The Lake Parramatta Walk is an easy to moderately challenging bushwalking track with sections of uneven surfaces and some steps. The walk is well-signposted from start to finish, and the path is well-maintained.

It’s recommended to start west of the parking area (central visitor hub), looping around the lake in a clockwise manner, although going the other way is perfectly fine too. The below track notes, however, assume you will be going clockwise.

Below is a map of the Lake Parramatta Walk. You can download a copy of the map from the City of Parramatta website.

Map of Lake Parramatta Walk

1. Heritage Path

The Heritage Path is a short (wheelchair-assisted accessible) walking trail from the visitor hub (main parking area) to the Dam Wall Lookout.

Heritage Path along Lake Parramatta
Heritage Path

This is a lovely walking path along the lake’s southern shoreline, past the swimming and boat hire area, to the lookout, where visitors can enjoy views of the dam wall and the lake.

2. Reservoir Track

From the Dam Wall Lookout, the trail continues behind the Lake Parramatta Dam wall, crossing Hunts Creek via stepping stones.

Lower Hunts Creek Crossing
Lower Hunts Creek Crossing

From the other side of the creek, the views of the dam are pretty spectacular, with the lake and the visitor hub in the background.

The 600 metres Reserve Track starts from the dam and leads to the Reservoir Lookout, a great viewing point with perhaps the best views of the lake.

Reservoir Lookout at Lake Parramatta
Reservoir Lookout

The Reservoir Track is a bit harder than the Heritage Path as it involves a bit of climbing, a creek crossing, and rough surfaces.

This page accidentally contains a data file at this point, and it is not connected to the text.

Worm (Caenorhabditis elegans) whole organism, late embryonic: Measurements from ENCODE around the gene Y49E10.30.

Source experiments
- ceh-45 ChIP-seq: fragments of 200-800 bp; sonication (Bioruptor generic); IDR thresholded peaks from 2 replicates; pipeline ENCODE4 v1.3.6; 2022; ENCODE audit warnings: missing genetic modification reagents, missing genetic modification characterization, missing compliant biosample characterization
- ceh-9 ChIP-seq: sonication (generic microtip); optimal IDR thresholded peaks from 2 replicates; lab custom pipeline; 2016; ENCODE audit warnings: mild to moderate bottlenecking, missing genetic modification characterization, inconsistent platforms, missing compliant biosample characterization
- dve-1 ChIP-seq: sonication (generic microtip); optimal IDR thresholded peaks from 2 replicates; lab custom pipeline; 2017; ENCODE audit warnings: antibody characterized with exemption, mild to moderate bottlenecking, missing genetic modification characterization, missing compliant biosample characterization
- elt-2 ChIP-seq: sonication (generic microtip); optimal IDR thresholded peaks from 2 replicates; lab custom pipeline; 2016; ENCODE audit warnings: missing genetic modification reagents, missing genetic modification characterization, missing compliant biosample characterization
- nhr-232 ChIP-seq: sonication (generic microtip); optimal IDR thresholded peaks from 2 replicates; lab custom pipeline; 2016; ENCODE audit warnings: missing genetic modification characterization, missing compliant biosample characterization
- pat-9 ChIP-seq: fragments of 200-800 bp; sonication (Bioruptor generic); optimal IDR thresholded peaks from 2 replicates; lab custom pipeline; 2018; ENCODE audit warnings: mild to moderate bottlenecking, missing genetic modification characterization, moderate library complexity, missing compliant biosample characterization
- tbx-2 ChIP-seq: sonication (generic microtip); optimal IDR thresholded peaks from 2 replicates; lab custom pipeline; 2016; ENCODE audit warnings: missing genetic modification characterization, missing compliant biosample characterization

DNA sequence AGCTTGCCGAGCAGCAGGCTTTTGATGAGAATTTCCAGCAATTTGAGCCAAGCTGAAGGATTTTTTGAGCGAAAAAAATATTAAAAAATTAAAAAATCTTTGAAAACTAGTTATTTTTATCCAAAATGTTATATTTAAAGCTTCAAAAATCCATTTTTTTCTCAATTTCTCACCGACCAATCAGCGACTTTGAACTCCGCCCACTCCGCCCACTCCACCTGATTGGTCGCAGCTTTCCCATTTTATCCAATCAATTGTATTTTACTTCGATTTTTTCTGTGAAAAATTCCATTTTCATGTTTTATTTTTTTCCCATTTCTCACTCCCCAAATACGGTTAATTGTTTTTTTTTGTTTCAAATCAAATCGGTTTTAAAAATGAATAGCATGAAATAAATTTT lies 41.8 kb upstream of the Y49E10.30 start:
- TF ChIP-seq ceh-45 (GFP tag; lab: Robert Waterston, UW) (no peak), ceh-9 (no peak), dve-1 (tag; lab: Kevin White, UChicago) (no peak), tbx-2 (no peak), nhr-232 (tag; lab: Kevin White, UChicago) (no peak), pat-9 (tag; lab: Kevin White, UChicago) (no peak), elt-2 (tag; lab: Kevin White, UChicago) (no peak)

3. Upper Lake Track

From the Reservoir Lookout, the Lake Parramatta Walk continues as the 2.1 km long Upper Lake Track.

As the name suggests, this walking track explores the northern part of the reserve. This section is the most challenging part of the circuit walk but is still relatively easy to do.

Upper Hunts Creek crossing
Upper Hunts Creek crossing

At the northernmost part of the lake, the trail crosses Hunts Creek once again, to turn back south via the eastern side of Lake Parramatta.

As you hike through this scenic patch of bushland, keep an eye out for the various types of native birds and animals that reside there, such as rosellas, cockatoos, kookaburras, frogs, and lizards.

4. Arrunga Bardo Walk

From the Arrunga Bardo Lookout, the circuit walk continues as the Arrunga Bardo (“Calm Waters”) Walk, which is the last section before arriving back at the visitor hub.

This section includes the Arrunga Bardo Garden, a green area that was developed in 2005, with new signage installed in 2022.

Arrunga Bardo Walk
Arrunga Bardo Walk